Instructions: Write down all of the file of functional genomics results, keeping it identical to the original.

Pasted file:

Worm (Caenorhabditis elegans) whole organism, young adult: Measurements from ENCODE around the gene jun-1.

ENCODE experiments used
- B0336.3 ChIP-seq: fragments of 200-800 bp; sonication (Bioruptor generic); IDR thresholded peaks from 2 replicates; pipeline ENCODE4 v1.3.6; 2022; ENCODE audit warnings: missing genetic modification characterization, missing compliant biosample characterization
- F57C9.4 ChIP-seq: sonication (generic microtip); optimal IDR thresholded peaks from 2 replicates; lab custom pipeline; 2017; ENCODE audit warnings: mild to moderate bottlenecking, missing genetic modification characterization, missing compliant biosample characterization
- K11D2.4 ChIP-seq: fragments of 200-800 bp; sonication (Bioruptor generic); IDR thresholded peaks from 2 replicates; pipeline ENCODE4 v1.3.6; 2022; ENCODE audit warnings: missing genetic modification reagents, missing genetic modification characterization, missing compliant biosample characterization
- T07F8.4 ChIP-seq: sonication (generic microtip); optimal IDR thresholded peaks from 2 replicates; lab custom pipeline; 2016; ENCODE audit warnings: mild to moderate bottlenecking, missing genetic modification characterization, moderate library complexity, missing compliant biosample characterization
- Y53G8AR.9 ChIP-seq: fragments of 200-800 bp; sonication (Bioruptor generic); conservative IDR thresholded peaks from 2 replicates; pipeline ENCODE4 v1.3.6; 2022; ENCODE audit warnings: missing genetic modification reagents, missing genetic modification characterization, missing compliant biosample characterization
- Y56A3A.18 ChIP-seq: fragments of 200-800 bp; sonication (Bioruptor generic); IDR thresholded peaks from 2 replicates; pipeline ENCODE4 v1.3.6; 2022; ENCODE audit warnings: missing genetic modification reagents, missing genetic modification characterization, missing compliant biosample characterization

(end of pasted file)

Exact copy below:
Worm (Caenorhabditis elegans) whole organism, young adult: Measurements from ENCODE around the gene jun-1.

ENCODE experiments used
- B0336.3 ChIP-seq: fragments of 200-800 bp; sonication (Bioruptor generic); IDR thresholded peaks from 2 replicates; pipeline ENCODE4 v1.3.6; 2022; ENCODE audit warnings: missing genetic modification characterization, missing compliant biosample characterization
- F57C9.4 ChIP-seq: sonication (generic microtip); optimal IDR thresholded peaks from 2 replicates; lab custom pipeline; 2017; ENCODE audit warnings: mild to moderate bottlenecking, missing genetic modification characterization, missing compliant biosample characterization
- K11D2.4 ChIP-seq: fragments of 200-800 bp; sonication (Bioruptor generic); IDR thresholded peaks from 2 replicates; pipeline ENCODE4 v1.3.6; 2022; ENCODE audit warnings: missing genetic modification reagents, missing genetic modification characterization, missing compliant biosample characterization
- T07F8.4 ChIP-seq: sonication (generic microtip); optimal IDR thresholded peaks from 2 replicates; lab custom pipeline; 2016; ENCODE audit warnings: mild to moderate bottlenecking, missing genetic modification characterization, moderate library complexity, missing compliant biosample characterization
- Y53G8AR.9 ChIP-seq: fragments of 200-800 bp; sonication (Bioruptor generic); conservative IDR thresholded peaks from 2 replicates; pipeline ENCODE4 v1.3.6; 2022; ENCODE audit warnings: missing genetic modification reagents, missing genetic modification characterization, missing compliant biosample characterization
- Y56A3A.18 ChIP-seq: fragments of 200-800 bp; sonication (Bioruptor generic); IDR thresholded peaks from 2 replicates; pipeline ENCODE4 v1.3.6; 2022; ENCODE audit warnings: missing genetic modification reagents, missing genetic modification characterization, missing compliant biosample characterization